Novak Djokovic Is The New Career Money Leader In Tennis–But For How Long?

By on April 18, 2016 in ArticlesSports News

Records are meant to be broken. When Roger Federer became the career money leader in men's tennis back in 2010, he knew that his mark would be broken someday. He probably hoped it would not happen for some time, and preferably not while he was still active.

As it turns out, Serbian star, Novak Djokovic, didn't want to wait until Federer retired.

With a win over Japan's Kei Nishikori in the Finals of the Miami Open, he added another $ 1,028,300 to his career earnings total (giving him a grand total of $98,199,548). Federer slips down to No. 2 with $97,855,881. It was his sixth win at the Miami Open and 63rd career ATP title.

Federer surpassed Pete Sampras after making it to the quarter-finals of the 2008 Madrid Masters. The prize money brought his total to $43,317,870, enough to overtake Sampras by roughly $37,000. Sampras had ended his career in 2002, with $43,280,489 in earnings.

At the time, Federer was a 10-year veteran, one of the best in the world, and had finished the year as the ATP Tour money leader for the last five seasons. Djokovic was playing in his eighth season. While he was nowhere near Federer's total, he was climbing the ranks fast.

Valerio Pennicino/Getty Images
Valerio Pennicino/Getty Images

In 2009, Djokovic ranked 13th on the career money list with $15,984,098, after winning $5,476,471 (Federer finished with $53,362,068 after winning $8,768,110). He didn't start taking home more than Federer in prize money until 2011 (From June 2010 to June 2011) when he brought home $11 million (Federer earned $6.4 million).

Since then, the two have taken turns being ranked No. 1 in the world (in points), with only one interruption (Rafael Nadal held the No. 1 spot from October 7, 2013, to July 6, 2014). Djokovic earned more in prize money each year, and slowly ate away at Federer's money lead. As of December 14, 2015, Federer held a slight lead, with 97.3 million in career earnings – while Djokovic had $94.05 million.

The top ten of the ATP career money list are as follows:

1. Novak Djokovic $98,199,548

2. Roger Federer $97,855,881

3. Rafael Nadal $76,378,282

4. Andy Murray $43,573,446

5. Pete Sampras $43,280,489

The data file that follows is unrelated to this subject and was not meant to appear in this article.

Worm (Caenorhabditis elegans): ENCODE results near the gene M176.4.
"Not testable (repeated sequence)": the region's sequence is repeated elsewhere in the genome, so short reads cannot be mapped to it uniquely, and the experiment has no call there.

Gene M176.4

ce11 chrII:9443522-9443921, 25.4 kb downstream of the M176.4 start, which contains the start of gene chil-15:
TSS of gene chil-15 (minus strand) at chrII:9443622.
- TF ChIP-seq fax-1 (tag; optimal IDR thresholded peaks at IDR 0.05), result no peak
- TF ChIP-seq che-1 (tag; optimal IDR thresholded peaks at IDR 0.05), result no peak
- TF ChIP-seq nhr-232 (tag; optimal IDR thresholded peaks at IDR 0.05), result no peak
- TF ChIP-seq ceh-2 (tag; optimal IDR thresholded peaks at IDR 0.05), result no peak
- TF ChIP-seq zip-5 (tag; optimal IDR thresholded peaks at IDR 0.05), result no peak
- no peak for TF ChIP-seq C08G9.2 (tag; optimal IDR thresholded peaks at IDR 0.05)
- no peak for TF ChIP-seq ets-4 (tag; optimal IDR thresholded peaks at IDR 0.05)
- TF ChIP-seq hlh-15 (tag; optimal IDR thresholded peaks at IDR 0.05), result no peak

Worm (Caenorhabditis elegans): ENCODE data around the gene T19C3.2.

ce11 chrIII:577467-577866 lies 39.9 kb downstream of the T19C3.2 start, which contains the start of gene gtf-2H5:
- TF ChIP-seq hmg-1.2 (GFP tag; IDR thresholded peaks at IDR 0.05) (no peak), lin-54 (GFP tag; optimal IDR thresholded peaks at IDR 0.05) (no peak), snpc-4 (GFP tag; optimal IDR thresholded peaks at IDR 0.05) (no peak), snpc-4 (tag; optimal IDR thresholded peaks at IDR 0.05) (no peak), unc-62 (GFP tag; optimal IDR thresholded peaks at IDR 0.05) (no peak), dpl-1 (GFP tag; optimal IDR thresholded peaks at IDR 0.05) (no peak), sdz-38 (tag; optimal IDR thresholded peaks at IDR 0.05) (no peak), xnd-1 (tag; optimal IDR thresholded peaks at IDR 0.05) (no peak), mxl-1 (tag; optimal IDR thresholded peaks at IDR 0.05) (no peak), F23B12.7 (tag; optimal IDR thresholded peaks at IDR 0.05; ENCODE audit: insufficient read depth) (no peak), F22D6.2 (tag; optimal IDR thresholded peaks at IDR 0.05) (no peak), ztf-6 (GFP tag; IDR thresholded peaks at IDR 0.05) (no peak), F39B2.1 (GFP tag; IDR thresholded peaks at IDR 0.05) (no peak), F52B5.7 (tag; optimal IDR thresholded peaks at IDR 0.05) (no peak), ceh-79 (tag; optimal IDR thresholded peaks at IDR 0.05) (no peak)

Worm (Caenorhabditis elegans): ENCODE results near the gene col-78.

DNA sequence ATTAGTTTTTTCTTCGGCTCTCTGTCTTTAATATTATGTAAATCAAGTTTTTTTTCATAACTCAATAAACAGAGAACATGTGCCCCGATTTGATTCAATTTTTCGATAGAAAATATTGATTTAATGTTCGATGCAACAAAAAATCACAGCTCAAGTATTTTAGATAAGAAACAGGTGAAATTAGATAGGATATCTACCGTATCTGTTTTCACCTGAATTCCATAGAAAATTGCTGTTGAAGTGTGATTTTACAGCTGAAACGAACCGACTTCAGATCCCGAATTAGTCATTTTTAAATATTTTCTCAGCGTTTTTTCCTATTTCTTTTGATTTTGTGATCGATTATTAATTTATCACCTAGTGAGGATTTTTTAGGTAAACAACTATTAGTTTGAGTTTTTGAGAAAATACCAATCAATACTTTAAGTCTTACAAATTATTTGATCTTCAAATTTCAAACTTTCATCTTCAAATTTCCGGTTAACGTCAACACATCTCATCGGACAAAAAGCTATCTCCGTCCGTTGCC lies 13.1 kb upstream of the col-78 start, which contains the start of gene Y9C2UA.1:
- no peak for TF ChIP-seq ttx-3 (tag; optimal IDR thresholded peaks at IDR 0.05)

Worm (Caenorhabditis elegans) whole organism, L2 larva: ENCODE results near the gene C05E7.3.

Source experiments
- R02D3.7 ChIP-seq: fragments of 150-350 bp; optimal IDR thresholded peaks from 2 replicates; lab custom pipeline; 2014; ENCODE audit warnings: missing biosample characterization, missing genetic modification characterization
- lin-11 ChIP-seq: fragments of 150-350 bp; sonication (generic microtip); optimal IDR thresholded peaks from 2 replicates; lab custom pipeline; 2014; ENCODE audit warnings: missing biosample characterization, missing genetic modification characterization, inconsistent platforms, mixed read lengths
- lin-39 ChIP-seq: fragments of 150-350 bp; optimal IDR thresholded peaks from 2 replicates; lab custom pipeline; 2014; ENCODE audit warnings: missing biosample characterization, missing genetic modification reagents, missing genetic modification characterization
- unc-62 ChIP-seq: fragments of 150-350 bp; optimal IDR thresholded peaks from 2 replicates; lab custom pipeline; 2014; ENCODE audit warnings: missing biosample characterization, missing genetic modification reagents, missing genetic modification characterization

6. Andre Agassi $31,152,975

7. David Ferrer $28,728,952

8. Boris Becker $25,080,956

9. Tomas Berdych $24,280,489

10. Yevgeny Kafelnikov $23,883,797

With Federer out with an injury for most of the current season, it has not been hard for Djokovic to close the gap and take the lead. Only $343,667 separates the two heading into the Monte Carlo Masters. Should they meet in the finals, they could be playing for more than the tournament title.

Should Federer take back the lead, it won't be his for long. While he is still one of the best in the world (No. 3), he is 34. His best days are behind him. Players his age don't tend to compete for the No. 1 spot (Andre Agassi was the oldest at 33; held it for two weeks in 2003).

Michael Dodge/Getty Images
Michael Dodge/Getty Images

To get ahead and stay ahead of Djokovic, he is going to have to knock him from his perch on top of the rankings, and keep him off. That is certainly going to be easier said than done. Djokovic is still in his prime at just 28 and has been almost unbeatable this year. He has won four titles in five tournaments so far and didn't win the other one because he had to drop out with an eye infection.

Chances are, when it comes down to it, whoever ends the season as the ATP Tour career money leader is going to have to beat the other. Over the course of their careers, the two have played 45 matches against each other. Djokovic holds a slim lead with a 23-22 record.

Federer will likely not be too concerned if he does end up finishing the season without regaining the No. 1 spot on the career money list. He will likely remain on top of a very important list. For the last nine seasons, no one in tennis has made more money than him (on and off the court). Last season he earned a total of $67 million ($9 million in prize money; $58 million in endorsements).

Djokovic made $48.2 million last year ($17.2 million in prize money; $31 million in endorsements).

It would not be surprising if the No.1 spot on the career money list came down to who beats who, last. However, with Federer being six years older, if Djokovic doesn't hold the spot at the end of this season, it is only a matter of time before the record becomes his for good.

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